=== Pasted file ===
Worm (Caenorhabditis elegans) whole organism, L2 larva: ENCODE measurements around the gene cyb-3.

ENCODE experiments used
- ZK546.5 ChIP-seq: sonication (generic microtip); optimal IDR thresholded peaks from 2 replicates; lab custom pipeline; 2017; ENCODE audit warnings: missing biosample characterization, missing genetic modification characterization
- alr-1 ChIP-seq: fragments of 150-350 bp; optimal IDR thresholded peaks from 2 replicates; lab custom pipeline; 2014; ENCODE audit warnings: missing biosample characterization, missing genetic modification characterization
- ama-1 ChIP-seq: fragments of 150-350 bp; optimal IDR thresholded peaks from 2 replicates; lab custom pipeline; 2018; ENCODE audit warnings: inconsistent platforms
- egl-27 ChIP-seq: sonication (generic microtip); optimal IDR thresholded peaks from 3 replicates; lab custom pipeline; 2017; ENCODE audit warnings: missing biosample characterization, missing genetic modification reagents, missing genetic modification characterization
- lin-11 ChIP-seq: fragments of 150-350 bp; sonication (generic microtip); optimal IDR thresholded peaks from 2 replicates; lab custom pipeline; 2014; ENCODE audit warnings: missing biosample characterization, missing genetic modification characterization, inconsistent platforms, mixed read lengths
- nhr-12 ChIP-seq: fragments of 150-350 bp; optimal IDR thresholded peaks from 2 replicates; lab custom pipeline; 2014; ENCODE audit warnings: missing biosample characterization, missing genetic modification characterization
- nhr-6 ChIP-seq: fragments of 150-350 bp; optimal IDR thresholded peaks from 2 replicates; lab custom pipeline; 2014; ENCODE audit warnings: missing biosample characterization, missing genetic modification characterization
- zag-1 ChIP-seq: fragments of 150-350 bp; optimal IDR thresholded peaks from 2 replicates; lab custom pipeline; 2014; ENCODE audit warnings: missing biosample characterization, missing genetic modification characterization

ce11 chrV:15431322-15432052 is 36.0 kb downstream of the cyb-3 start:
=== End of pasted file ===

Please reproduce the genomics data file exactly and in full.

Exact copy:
Worm (Caenorhabditis elegans) whole organism, L2 larva: ENCODE measurements around the gene cyb-3.

ENCODE experiments used
- ZK546.5 ChIP-seq: sonication (generic microtip); optimal IDR thresholded peaks from 2 replicates; lab custom pipeline; 2017; ENCODE audit warnings: missing biosample characterization, missing genetic modification characterization
- alr-1 ChIP-seq: fragments of 150-350 bp; optimal IDR thresholded peaks from 2 replicates; lab custom pipeline; 2014; ENCODE audit warnings: missing biosample characterization, missing genetic modification characterization
- ama-1 ChIP-seq: fragments of 150-350 bp; optimal IDR thresholded peaks from 2 replicates; lab custom pipeline; 2018; ENCODE audit warnings: inconsistent platforms
- egl-27 ChIP-seq: sonication (generic microtip); optimal IDR thresholded peaks from 3 replicates; lab custom pipeline; 2017; ENCODE audit warnings: missing biosample characterization, missing genetic modification reagents, missing genetic modification characterization
- lin-11 ChIP-seq: fragments of 150-350 bp; sonication (generic microtip); optimal IDR thresholded peaks from 2 replicates; lab custom pipeline; 2014; ENCODE audit warnings: missing biosample characterization, missing genetic modification characterization, inconsistent platforms, mixed read lengths
- nhr-12 ChIP-seq: fragments of 150-350 bp; optimal IDR thresholded peaks from 2 replicates; lab custom pipeline; 2014; ENCODE audit warnings: missing biosample characterization, missing genetic modification characterization
- nhr-6 ChIP-seq: fragments of 150-350 bp; optimal IDR thresholded peaks from 2 replicates; lab custom pipeline; 2014; ENCODE audit warnings: missing biosample characterization, missing genetic modification characterization
- zag-1 ChIP-seq: fragments of 150-350 bp; optimal IDR thresholded peaks from 2 replicates; lab custom pipeline; 2014; ENCODE audit warnings: missing biosample characterization, missing genetic modification characterization

ce11 chrV:15431322-15432052 is 36.0 kb downstream of the cyb-3 start: